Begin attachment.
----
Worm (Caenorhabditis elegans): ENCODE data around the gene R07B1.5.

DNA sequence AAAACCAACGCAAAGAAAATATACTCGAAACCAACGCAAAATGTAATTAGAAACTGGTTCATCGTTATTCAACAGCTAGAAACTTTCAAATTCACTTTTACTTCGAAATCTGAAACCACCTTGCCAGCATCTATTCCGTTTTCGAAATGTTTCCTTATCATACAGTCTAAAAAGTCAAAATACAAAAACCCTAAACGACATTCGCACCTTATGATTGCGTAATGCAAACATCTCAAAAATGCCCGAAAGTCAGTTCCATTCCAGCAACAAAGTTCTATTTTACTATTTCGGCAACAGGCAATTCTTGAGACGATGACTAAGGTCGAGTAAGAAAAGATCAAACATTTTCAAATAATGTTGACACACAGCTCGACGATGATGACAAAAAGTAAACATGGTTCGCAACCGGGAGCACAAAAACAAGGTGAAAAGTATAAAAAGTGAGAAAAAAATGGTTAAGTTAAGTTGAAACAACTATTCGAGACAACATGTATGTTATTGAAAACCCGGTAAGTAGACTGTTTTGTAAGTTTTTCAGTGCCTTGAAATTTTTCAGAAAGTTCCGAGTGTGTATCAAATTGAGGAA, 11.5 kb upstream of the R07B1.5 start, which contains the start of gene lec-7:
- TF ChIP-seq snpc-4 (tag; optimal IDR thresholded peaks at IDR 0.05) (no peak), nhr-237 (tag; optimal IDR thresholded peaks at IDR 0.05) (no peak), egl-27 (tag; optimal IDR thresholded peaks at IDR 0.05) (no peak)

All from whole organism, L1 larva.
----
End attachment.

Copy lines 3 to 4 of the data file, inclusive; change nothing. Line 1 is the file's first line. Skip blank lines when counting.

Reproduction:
- TF ChIP-seq snpc-4 (tag; optimal IDR thresholded peaks at IDR 0.05) (no peak), nhr-237 (tag; optimal IDR thresholded peaks at IDR 0.05) (no peak), egl-27 (tag; optimal IDR thresholded peaks at IDR 0.05) (no peak)

All from whole organism, L1 larva.